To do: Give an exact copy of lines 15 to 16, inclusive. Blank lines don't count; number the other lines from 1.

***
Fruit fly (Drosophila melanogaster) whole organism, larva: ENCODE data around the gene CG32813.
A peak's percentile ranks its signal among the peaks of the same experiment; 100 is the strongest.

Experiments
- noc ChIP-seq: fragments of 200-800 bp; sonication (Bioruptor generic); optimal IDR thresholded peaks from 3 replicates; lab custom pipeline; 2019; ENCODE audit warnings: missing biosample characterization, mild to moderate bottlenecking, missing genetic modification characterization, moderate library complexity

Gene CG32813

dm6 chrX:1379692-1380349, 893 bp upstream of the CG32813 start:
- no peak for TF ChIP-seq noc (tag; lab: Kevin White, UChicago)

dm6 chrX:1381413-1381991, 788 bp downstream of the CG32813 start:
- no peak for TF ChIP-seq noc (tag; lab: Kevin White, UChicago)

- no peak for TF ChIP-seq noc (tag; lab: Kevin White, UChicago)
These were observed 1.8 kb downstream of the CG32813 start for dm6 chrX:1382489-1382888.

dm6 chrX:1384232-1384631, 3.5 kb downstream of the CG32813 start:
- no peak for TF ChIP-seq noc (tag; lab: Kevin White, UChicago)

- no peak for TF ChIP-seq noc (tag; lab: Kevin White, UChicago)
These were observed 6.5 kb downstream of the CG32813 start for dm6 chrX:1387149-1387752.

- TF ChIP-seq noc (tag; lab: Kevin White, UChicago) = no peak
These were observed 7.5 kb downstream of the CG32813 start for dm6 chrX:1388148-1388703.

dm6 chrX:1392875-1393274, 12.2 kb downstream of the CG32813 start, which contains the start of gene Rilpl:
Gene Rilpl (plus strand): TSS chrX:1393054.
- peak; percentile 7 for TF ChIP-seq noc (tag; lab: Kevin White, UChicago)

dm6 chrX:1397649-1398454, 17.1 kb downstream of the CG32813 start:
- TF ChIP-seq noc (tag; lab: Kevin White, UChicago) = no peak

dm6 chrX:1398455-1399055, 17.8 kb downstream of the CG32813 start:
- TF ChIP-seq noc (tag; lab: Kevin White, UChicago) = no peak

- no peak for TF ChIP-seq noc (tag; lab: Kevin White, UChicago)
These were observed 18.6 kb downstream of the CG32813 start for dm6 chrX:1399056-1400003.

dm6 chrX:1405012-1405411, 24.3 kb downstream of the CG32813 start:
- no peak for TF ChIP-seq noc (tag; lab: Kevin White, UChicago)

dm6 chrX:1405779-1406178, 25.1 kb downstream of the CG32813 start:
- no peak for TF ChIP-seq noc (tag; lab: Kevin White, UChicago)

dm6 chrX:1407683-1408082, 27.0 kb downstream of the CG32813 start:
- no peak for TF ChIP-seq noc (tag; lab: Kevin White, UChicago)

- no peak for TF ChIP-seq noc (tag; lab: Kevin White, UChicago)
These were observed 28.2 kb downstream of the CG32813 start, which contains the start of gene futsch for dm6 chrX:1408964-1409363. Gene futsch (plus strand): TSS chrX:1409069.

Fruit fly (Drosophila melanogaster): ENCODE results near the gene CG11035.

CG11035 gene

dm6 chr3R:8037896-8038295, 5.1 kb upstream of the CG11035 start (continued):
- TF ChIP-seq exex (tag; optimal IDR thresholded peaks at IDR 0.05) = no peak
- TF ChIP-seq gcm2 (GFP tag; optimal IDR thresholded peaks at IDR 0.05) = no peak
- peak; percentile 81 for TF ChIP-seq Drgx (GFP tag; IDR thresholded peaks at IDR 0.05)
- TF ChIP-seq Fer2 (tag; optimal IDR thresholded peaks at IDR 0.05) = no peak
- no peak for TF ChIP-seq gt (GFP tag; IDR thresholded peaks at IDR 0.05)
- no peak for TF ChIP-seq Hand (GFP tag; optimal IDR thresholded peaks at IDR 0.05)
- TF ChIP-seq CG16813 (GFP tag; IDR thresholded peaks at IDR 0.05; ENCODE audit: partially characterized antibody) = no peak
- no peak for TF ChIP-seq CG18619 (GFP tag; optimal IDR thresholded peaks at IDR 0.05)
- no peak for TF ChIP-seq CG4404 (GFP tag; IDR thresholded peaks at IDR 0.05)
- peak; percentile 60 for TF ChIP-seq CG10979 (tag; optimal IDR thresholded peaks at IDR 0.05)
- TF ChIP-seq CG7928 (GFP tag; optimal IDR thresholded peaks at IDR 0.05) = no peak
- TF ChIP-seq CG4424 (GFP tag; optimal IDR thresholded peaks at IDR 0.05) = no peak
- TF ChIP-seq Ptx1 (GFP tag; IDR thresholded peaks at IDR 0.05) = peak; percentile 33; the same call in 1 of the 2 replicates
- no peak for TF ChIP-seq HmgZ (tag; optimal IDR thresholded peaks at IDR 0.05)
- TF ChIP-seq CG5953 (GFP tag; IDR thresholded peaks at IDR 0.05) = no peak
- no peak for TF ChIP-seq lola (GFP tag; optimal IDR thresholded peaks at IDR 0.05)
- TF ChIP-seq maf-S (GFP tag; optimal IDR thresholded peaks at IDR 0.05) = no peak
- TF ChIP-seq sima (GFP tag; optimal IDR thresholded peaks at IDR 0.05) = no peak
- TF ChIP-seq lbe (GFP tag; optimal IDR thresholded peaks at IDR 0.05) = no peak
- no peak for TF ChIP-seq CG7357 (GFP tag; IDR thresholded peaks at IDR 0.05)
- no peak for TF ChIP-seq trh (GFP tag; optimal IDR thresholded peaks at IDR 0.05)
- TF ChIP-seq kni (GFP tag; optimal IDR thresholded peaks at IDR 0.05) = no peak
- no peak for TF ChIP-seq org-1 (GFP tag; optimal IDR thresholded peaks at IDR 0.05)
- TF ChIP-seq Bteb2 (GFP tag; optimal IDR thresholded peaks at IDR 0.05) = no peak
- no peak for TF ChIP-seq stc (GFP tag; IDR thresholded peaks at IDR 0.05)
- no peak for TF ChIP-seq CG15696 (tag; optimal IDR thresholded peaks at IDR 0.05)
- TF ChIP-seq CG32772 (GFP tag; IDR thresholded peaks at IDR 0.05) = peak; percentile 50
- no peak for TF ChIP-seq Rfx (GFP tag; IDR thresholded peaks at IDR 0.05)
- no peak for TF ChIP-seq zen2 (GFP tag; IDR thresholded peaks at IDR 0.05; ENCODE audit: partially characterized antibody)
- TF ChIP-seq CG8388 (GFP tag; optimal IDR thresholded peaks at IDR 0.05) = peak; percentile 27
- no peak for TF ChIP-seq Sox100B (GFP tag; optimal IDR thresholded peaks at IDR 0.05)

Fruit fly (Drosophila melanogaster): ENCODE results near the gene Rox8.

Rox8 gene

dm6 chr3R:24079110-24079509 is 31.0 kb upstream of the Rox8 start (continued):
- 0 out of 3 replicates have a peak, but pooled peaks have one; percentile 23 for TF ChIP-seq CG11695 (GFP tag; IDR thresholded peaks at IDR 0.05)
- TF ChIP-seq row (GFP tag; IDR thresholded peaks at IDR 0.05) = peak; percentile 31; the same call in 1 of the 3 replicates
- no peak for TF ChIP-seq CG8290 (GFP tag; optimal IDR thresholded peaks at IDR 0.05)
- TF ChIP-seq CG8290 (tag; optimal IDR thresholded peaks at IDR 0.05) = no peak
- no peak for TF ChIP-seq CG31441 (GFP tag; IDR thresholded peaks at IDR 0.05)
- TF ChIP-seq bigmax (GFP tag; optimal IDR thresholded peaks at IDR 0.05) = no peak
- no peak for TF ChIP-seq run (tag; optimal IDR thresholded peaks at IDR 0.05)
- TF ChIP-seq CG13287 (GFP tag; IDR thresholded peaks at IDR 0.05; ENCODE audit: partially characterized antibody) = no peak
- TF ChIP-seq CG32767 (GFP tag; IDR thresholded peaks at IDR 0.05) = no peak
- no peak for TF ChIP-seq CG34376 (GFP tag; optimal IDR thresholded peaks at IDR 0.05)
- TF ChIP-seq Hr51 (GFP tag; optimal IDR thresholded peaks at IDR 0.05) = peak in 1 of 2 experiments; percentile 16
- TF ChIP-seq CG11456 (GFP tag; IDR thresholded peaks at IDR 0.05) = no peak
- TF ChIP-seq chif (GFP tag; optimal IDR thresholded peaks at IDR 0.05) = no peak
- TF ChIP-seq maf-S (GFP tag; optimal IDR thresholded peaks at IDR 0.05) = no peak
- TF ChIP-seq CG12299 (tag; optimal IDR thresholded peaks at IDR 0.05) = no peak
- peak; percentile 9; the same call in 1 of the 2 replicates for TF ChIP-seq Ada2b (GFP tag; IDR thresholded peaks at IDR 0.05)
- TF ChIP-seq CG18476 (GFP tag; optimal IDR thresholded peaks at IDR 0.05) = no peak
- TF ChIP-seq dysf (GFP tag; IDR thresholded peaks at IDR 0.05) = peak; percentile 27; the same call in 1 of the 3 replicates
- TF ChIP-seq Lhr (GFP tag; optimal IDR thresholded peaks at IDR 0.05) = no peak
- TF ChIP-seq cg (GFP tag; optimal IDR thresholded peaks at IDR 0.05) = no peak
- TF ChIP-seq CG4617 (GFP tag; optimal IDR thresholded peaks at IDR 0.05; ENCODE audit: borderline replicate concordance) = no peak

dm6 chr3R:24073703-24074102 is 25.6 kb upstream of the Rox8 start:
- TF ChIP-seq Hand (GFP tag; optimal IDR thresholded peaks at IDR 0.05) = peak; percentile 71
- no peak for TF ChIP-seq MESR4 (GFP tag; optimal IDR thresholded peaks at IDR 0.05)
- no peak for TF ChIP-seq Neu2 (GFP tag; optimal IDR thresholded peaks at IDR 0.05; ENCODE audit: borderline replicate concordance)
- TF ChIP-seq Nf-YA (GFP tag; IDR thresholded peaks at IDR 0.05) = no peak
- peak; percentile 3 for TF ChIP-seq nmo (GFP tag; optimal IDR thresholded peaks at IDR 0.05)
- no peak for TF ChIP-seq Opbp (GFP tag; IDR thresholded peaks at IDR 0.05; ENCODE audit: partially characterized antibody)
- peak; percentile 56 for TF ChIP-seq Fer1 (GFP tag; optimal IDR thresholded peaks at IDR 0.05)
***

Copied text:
These were observed 6.5 kb downstream of the CG32813 start for dm6 chrX:1387149-1387752.

- TF ChIP-seq noc (tag; lab: Kevin White, UChicago) = no peak